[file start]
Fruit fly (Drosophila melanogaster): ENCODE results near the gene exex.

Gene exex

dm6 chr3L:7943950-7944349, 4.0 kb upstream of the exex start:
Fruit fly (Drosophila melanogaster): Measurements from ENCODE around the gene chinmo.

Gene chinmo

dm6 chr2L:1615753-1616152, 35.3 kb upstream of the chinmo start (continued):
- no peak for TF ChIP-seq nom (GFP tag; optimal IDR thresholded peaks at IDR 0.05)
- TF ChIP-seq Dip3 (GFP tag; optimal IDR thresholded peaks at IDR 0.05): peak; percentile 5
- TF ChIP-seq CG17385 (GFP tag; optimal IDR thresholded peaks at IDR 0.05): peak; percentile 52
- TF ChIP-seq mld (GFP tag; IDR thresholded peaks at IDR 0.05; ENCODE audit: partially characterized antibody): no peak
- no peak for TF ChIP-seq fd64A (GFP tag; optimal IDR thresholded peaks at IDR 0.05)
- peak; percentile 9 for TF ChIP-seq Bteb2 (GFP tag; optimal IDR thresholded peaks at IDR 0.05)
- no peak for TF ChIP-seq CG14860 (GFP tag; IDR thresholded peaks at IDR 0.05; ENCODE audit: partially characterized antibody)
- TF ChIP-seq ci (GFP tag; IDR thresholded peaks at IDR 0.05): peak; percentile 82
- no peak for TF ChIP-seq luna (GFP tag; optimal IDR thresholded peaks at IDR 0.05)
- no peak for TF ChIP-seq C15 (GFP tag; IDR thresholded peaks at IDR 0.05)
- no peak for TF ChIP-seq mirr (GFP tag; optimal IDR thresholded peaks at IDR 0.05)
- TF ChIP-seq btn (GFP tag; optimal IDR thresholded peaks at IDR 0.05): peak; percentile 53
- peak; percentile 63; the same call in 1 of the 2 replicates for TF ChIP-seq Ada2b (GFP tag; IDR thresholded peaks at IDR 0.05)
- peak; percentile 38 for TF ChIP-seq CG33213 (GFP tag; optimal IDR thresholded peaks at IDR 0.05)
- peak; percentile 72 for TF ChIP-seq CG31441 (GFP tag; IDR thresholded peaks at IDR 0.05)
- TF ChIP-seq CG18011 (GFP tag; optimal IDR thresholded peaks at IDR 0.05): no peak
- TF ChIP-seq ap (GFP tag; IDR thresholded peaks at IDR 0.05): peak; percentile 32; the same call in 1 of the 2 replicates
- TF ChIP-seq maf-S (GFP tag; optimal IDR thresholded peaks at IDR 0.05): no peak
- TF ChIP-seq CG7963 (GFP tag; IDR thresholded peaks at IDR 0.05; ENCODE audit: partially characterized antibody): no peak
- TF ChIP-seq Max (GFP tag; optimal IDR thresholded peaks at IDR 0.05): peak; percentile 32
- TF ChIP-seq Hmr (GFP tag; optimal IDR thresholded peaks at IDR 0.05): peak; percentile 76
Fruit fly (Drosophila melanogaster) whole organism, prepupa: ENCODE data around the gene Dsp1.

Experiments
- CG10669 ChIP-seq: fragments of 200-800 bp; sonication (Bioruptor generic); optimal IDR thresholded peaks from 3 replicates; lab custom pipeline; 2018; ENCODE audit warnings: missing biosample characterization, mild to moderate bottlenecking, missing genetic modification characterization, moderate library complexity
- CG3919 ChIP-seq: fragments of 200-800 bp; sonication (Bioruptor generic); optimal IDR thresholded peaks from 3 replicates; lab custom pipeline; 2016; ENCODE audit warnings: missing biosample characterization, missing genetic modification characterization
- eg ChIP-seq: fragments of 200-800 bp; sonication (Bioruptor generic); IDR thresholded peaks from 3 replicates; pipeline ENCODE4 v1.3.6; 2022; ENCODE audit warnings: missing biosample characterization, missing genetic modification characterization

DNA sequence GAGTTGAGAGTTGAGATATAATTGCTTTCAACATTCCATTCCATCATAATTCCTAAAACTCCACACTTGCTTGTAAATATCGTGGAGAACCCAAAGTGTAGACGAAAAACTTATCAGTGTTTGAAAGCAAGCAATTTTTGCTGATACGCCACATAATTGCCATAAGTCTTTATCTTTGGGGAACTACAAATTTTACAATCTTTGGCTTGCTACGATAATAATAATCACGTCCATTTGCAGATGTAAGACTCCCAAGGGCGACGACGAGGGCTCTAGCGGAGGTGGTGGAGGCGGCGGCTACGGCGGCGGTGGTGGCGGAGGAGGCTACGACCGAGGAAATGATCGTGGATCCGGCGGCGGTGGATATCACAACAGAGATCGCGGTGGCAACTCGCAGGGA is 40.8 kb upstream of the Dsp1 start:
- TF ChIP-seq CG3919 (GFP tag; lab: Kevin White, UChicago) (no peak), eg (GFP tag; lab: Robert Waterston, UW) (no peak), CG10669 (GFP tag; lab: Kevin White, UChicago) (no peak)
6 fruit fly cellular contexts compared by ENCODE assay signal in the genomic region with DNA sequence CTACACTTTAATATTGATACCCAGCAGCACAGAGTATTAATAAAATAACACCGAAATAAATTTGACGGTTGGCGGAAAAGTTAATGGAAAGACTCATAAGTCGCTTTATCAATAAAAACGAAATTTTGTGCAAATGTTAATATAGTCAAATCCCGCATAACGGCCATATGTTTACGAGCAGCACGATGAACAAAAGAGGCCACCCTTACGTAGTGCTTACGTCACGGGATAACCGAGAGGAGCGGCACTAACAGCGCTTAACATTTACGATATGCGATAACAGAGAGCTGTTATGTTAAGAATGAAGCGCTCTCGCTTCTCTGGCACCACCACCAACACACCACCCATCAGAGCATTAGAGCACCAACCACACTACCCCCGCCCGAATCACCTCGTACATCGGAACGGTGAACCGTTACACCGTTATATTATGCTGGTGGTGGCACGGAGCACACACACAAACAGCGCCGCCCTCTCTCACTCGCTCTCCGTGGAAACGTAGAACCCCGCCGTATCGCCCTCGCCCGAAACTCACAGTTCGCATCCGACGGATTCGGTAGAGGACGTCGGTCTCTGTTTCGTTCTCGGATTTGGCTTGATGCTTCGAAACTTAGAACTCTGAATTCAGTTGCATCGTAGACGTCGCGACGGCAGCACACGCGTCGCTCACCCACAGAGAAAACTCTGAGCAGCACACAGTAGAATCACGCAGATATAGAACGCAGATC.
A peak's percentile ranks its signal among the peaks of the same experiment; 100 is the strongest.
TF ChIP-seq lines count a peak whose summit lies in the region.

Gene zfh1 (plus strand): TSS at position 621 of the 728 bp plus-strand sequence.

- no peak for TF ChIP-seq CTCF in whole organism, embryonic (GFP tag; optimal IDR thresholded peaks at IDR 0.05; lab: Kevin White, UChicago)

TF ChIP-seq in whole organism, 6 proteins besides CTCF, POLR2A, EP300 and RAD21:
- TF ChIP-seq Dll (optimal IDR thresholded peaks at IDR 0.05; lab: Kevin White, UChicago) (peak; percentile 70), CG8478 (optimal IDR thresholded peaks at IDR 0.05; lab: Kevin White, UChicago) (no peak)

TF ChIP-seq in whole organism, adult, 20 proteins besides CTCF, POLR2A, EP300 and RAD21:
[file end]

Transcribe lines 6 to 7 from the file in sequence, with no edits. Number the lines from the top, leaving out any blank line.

dm6 chr2L:1615753-1616152, 35.3 kb upstream of the chinmo start (continued):
- no peak for TF ChIP-seq nom (GFP tag; optimal IDR thresholded peaks at IDR 0.05)